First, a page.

WE COULD ALMOST EAT OUTSIDE by Philippe Delerm

WE COULD ALMOST EAT OUTSIDE

An Appreciation of Life's Small Pleasures
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KIRKUS REVIEW

Another attempt to jump on the bandwagon of the so-called simplicity movement, this time with a Gallic twist. This is French bestseller Delerm’s first book to be published in the US, and at first glance it would seem to fit quite comfortably among the hordes of books currently exhorting Americans to slow down and enjoy the mundane joys of life. Unfortunately, the author tends to wring the pleasure from most of the simple things he recommends for appreciation. The book, which consists of 34 short chapters (none more than three pages long), extols the virtues of, for instance, blackberry picking, going to the movies, and looking through a kaleidoscope, and it’s quite possible that readers will go and perform the activities Delerm describes, if only to escape his precious and overwrought prose. His rhapsody on an autumn sweater could double as an entry in the J. Peterman catalog: “Time for a new sweater. Time to dress in autumn tones: sweet chestnut, brushwood, conker husk, russula pink. Time to wear the season on your woollen sleeve. To celebrate the blaze before it burns itself out.” Though its armchair philosophy is tiresome, the book is somewhat attractive as armchair travel, since a number of the pleasures that Delerm endorses are specifically French, such as the moving walkway in the Montparnasse metro station or the best way to play pÇtanque. And his descriptions of food and drink, which uphold France’s position as a nation of gourmands, will delight foodies—especially the chapter on “A Sunday Morning Box of Pastries,” which puts American delicacies like Krispy Kremes to shame. Well intentioned, but remarkably tedious for such a short book.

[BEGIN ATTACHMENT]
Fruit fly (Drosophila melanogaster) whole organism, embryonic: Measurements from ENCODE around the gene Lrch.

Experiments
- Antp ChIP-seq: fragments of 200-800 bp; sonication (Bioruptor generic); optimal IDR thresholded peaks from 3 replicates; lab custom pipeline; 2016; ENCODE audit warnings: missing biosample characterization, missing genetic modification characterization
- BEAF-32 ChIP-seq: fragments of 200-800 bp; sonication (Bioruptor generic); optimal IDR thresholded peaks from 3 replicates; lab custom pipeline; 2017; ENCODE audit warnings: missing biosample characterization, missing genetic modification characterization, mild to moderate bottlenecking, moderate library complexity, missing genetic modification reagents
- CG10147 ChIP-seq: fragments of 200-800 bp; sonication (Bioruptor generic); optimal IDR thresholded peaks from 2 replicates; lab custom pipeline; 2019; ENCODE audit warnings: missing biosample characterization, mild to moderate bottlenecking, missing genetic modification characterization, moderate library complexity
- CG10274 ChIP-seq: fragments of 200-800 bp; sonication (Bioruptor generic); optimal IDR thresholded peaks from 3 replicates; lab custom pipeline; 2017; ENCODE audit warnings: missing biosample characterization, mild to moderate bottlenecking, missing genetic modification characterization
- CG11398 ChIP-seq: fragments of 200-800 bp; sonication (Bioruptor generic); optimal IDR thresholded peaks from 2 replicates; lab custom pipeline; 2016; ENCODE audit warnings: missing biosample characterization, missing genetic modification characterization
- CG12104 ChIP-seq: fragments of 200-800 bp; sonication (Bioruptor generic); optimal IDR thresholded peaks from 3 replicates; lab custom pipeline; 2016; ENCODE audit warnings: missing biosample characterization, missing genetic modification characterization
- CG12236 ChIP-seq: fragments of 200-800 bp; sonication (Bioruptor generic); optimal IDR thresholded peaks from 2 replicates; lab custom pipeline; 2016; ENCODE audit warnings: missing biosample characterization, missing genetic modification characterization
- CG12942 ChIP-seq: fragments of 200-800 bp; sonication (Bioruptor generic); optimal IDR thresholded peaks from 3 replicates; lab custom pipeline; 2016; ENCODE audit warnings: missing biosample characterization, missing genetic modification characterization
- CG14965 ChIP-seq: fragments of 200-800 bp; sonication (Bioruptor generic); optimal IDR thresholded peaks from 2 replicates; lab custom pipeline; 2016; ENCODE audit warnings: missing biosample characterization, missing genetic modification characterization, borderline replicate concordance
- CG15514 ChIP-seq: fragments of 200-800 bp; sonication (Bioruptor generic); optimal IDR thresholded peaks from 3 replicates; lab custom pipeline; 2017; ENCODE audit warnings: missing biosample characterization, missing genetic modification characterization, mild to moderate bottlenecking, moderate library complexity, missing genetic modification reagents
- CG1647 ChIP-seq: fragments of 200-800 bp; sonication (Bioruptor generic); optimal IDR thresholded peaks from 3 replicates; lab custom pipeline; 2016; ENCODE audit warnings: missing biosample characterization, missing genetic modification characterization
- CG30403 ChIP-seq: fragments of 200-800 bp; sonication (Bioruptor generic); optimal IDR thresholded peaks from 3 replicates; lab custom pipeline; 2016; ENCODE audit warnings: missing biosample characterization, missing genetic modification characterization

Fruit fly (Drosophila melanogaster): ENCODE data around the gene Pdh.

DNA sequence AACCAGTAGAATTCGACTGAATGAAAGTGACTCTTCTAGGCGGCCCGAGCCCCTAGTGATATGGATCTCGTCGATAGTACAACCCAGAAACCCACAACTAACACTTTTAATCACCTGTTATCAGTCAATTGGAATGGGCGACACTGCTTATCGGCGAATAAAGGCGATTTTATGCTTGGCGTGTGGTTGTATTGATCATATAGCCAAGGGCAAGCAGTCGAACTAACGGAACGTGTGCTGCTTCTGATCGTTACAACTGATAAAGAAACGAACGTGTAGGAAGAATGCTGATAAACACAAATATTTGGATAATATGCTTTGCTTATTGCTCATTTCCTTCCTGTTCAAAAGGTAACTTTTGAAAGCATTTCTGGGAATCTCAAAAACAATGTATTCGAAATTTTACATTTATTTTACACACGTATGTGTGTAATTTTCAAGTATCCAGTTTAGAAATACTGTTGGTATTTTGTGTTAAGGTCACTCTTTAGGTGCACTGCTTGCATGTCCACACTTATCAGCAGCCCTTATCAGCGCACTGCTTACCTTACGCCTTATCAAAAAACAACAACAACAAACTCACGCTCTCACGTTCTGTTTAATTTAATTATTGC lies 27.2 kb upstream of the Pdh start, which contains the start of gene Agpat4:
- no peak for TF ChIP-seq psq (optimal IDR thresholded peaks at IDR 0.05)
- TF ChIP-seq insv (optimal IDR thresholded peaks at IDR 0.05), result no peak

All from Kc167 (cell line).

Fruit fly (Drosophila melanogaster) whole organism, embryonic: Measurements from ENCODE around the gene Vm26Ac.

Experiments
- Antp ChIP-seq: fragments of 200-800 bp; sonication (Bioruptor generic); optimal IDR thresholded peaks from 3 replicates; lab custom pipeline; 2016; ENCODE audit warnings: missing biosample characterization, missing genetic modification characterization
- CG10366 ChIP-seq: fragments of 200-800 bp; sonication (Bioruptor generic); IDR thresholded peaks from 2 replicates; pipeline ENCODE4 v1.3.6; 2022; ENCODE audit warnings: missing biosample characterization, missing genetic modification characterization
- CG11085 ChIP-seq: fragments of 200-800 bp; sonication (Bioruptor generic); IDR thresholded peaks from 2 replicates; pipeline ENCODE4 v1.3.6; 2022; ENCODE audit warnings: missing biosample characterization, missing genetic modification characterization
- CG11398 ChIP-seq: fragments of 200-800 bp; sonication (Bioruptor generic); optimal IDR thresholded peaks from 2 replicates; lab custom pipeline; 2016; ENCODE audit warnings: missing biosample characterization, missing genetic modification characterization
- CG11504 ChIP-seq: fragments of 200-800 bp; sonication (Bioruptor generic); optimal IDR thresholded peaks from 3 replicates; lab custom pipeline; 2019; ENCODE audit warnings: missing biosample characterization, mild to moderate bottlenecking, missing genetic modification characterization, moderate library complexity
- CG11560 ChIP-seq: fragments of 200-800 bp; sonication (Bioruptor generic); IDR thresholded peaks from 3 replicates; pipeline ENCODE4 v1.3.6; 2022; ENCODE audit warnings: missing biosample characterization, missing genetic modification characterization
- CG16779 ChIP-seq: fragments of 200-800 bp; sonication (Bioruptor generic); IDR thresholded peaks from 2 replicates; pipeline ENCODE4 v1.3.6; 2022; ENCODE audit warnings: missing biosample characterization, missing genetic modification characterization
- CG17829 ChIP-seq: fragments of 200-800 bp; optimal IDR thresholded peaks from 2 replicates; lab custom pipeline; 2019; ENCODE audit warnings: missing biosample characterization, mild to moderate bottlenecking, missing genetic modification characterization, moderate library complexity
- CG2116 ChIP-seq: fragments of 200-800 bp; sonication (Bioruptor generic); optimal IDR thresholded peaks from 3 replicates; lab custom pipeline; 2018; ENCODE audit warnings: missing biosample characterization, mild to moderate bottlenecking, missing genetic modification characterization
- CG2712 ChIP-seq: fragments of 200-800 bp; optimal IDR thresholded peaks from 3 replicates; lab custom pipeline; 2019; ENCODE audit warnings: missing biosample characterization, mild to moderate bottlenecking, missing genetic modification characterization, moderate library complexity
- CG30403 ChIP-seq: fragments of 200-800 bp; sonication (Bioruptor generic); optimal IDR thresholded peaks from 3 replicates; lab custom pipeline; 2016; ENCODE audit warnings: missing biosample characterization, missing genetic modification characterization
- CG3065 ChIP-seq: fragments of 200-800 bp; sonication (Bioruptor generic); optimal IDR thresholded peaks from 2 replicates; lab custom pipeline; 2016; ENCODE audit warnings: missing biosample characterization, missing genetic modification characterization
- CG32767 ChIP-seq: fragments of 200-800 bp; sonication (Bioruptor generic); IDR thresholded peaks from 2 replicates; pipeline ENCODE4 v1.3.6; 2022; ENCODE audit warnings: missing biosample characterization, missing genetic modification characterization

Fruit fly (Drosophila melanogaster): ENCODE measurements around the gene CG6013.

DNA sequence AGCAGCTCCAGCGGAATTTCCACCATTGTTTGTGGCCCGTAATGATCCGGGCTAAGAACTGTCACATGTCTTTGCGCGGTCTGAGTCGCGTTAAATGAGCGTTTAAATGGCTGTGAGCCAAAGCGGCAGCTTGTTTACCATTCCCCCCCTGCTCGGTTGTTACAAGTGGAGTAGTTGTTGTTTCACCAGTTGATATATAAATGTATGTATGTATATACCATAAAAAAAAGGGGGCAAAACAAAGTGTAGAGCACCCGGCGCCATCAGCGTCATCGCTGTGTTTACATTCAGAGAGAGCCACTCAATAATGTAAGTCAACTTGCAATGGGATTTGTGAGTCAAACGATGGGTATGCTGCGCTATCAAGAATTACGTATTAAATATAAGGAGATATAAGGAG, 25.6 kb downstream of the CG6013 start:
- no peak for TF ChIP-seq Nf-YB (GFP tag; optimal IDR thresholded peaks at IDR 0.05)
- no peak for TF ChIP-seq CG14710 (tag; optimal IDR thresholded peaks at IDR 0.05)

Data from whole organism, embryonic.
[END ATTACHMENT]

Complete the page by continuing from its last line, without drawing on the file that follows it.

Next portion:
Pub Date: May 15th, 1999
ISBN: 0-312-20364-0
Page count: 124pp
Publisher: Picador
Review Posted Online:
Kirkus Reviews Issue: April 15th, 1999